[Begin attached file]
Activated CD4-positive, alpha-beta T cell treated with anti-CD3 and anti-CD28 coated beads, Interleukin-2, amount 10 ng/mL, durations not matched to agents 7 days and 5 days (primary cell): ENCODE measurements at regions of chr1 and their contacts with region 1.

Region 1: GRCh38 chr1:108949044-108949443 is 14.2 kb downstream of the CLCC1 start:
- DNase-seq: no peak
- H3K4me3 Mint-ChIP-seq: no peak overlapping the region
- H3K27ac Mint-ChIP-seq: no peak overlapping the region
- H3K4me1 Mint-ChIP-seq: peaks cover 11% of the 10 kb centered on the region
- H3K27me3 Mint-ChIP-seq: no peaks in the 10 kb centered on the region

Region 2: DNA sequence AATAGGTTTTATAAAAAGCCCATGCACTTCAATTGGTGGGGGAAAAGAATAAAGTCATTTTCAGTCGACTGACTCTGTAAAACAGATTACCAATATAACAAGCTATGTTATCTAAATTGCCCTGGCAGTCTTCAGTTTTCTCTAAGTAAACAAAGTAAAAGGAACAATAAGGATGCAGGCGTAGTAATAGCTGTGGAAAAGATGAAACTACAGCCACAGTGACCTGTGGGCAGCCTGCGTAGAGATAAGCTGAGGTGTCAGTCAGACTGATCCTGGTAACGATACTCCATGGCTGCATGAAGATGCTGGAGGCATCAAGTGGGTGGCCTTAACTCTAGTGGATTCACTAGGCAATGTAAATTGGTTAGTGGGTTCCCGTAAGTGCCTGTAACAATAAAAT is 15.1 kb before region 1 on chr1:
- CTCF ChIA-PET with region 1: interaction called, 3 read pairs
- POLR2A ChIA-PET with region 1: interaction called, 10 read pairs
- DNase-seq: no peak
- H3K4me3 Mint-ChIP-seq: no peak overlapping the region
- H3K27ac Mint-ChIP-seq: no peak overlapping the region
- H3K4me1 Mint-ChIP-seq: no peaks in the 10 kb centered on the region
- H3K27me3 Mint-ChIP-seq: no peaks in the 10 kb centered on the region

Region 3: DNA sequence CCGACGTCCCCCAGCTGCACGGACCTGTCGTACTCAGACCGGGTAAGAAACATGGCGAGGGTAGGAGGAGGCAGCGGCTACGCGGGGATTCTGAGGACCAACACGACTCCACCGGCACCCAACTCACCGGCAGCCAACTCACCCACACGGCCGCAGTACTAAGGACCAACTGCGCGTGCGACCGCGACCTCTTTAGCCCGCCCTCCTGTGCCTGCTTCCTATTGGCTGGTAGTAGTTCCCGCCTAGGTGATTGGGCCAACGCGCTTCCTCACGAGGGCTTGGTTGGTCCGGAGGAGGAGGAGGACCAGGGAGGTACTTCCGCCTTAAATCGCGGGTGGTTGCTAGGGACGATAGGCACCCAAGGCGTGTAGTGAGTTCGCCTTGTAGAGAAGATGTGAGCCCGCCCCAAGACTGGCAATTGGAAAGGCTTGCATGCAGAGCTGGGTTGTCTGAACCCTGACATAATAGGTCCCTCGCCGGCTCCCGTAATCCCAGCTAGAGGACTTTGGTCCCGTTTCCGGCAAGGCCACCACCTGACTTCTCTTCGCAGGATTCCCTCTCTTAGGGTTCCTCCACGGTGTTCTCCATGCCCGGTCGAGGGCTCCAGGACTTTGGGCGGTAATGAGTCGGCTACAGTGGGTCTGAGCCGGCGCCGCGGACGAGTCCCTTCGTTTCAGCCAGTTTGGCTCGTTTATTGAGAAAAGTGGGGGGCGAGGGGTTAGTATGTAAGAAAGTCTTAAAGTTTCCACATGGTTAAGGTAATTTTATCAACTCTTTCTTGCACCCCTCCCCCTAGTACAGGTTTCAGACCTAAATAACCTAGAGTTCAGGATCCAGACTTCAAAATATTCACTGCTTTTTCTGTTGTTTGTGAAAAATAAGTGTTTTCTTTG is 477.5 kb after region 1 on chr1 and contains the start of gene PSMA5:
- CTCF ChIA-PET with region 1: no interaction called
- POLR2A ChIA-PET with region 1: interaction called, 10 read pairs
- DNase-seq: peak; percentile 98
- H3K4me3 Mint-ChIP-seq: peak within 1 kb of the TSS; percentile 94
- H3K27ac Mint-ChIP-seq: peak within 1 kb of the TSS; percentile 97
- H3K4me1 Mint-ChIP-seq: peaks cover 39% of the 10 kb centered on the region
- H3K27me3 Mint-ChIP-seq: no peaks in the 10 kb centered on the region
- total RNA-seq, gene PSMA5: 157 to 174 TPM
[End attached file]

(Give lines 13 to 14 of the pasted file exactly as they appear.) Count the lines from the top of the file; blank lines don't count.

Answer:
- H3K27ac Mint-ChIP-seq: no peak overlapping the region
- H3K4me1 Mint-ChIP-seq: no peaks in the 10 kb centered on the region